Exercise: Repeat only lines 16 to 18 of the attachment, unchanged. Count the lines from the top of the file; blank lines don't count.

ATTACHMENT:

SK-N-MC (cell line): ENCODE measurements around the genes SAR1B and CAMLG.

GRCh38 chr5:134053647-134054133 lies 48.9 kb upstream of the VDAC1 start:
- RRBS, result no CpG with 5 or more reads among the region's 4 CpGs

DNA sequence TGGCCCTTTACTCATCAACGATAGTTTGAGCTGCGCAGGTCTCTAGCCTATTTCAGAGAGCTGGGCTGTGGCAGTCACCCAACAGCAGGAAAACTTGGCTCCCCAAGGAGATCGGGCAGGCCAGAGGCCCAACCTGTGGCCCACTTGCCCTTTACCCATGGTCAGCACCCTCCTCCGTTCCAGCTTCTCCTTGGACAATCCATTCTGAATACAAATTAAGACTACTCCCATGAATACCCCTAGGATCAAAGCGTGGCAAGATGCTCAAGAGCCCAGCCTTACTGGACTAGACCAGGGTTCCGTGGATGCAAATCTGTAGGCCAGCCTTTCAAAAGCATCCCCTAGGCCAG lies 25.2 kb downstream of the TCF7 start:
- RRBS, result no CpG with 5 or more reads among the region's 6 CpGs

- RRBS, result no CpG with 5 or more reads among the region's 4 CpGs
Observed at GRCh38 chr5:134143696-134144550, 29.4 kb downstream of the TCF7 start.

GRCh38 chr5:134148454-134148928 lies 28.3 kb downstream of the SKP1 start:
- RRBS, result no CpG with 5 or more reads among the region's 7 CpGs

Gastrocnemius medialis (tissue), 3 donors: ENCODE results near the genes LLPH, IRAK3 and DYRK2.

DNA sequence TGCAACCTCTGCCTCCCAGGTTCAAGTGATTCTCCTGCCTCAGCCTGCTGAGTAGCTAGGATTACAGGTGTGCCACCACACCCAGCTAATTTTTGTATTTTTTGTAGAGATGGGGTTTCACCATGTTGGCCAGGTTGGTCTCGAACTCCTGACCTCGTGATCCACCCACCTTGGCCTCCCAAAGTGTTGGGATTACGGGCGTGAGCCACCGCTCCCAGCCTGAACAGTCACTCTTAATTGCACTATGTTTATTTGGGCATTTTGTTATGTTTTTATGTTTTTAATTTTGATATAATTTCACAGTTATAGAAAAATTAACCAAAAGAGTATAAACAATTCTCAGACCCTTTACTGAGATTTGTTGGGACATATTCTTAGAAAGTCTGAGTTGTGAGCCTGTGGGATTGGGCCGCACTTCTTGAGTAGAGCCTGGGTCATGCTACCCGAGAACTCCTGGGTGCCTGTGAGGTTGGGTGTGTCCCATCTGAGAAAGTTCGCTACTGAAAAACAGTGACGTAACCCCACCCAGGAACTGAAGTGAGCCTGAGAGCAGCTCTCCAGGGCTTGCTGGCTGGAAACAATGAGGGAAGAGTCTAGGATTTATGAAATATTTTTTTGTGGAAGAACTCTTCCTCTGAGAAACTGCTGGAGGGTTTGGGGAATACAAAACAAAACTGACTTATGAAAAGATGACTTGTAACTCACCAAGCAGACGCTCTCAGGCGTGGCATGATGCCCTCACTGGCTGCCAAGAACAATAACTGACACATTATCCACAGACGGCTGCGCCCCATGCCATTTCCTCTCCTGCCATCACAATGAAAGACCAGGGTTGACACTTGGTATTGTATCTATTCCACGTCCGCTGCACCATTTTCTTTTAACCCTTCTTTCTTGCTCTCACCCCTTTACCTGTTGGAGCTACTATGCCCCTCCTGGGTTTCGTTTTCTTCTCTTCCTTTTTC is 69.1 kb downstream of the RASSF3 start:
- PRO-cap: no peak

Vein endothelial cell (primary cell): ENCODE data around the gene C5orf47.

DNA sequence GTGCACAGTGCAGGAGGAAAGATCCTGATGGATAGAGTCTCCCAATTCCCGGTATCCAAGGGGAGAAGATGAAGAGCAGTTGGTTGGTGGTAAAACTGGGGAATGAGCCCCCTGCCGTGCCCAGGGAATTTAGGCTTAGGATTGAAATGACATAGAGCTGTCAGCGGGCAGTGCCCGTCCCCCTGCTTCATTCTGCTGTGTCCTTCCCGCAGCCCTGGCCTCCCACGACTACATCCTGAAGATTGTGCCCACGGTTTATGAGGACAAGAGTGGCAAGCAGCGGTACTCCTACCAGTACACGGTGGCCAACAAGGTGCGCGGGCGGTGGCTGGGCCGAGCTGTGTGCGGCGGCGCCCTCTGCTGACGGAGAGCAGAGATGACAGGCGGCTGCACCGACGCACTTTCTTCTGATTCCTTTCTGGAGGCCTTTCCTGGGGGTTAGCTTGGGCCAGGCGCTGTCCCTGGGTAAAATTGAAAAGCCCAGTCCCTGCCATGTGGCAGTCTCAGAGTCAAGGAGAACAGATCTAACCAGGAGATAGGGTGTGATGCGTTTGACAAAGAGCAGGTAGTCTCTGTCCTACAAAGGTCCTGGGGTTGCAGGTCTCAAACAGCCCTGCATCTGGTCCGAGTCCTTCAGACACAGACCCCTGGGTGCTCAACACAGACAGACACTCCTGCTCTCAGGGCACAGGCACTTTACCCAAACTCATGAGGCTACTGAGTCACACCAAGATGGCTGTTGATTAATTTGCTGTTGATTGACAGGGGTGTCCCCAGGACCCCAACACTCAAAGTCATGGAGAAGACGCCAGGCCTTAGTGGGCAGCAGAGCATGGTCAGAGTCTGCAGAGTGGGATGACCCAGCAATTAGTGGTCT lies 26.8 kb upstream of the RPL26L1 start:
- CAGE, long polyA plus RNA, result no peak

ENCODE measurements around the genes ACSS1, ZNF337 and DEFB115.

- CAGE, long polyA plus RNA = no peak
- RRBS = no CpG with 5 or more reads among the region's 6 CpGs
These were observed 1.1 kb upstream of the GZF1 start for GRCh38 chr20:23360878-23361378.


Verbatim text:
ENCODE measurements around the genes ACSS1, ZNF337 and DEFB115.

- CAGE, long polyA plus RNA = no peak
- RRBS = no CpG with 5 or more reads among the region's 6 CpGs